Last night I got a chance to meet with Juha Alakarhu, head of the Lumia Imaging technologies, to get a demonstration of the updated Lumia Camera app that will be coming soon. The new app will be enabled by the Denim firmware update, but due to the ISP requirements it will only be available on the Nokia devices that shipped with the Snapdragon 800 series of SoC, which is the Lumia 1520, and the Lumia Icon/930 at the moment. Some of the changes are pretty dramatic, so hopefully some parts of the new app will be available to the Snapdragon S4 and 400 devices as well.

The first major change is the camera startup time. When Windows Phone was first launched, one of the features touted was “pocket to picture” with the dedicated camera button. As time has gone on, the camera button is no longer a requirement, so this has fallen off a bit to the detriment of the platform. But an even larger issue on the Nokia Camera app was how long it would take to be ready to take a picture. For example, with the Lumia 735, launching the Lumia Camera app takes about 4 seconds or so to load and be ready to take a photograph. Juha discussed how Microsoft has worked to create a camera app that can load almost instantly. On the updated Lumia 930 with Denim, launching the camera app now takes around a second. I don’t have my equipment in Vegas to do a time lapse and get the exact amount of time, but pressing the camera button on the phone has the camera app ready to do almost instantly. I cannot imagine that these changes will not be made available to all of the Lumia phones, as any more efficient code is going to be even more pronounced on the slower processors of those devices.

Microsoft also reworked the algorithms on the image quality side, as they tend to do. Although I do not have an older 930 to test with anymore, they did have some side by side comparisons with the old algorithms and the new ones, and the image quality is even better than before.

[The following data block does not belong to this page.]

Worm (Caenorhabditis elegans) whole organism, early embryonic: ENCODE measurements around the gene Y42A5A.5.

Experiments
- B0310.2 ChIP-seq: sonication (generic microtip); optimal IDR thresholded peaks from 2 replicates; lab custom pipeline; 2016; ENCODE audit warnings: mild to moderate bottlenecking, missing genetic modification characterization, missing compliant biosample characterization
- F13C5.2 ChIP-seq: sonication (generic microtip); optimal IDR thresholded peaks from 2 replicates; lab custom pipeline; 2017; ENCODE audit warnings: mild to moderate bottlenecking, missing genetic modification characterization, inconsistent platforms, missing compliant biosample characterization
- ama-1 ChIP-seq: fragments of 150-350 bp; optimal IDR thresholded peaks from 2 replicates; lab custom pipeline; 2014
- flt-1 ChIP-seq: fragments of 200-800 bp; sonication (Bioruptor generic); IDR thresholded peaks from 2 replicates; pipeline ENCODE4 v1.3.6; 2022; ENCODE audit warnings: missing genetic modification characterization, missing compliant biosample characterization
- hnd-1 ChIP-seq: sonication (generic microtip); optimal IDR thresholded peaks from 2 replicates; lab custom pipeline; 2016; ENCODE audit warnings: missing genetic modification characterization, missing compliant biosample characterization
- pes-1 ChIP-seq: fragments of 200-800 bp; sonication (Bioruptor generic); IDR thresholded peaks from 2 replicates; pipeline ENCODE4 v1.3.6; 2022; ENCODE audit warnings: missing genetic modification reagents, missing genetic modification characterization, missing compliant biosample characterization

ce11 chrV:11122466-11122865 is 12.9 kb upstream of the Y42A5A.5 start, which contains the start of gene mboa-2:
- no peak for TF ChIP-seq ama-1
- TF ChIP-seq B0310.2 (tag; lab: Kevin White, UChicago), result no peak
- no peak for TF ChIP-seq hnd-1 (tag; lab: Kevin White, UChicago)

Another area where Microsoft has and Nokia have both been missing a major feature compared to their rivals is in the area of High Dynamic Range (HDR). HDR has been an option on Android and iOS for a long time, and with the relatively limited dynamic range of smartphone camera sensors, many people really like the extra pop that HDR can bring to an image. The HDR on the Lumia is not just a standard HDR though. Microsoft is calling their implementation “Rich Capture” and it covers a couple of features in addition to HDR. But the basic implementation is that like any other HDR setting, it takes several bracketing photos at different exposures and then merges them together to create a single image. The Lumia Camera implementation will allow you to customize the exposure after the fact by keeping all of the photos together, and you can adjust how much HDR you want to add to the image when you are done. It is a slick implementation, and the added customization is always welcome.

Likely the most impressive addition to Rich Capture though is a new feature that I believe is unique to Lumia called Dynamic Flash. With smartphones, the flash is almost necessary due to the small sensor size for any sort of low light imaging. With OIS and larger sensors and pixels on some of the phones, you can get away sometimes without using the flash except in the most extreme circumstances. Apple’s solution was to implement a dual flash, which adjust based on the scene. This requires a specific flash in the device though. The Lumia solution is that the camera takes two photos – one with the flash and one without the flash. It then blends them together to keep the shot from being blown out by the harsh LED flash. And the Dynamic name comes in because you can adjust the amount of flash in the image after the fact. Juha discussed how he likes to keep the flash on even for daytime shots now, just so that he can add a bit of sparkle to the eyes in his images. This is a fantastic addition and is really amazing to see for the first time.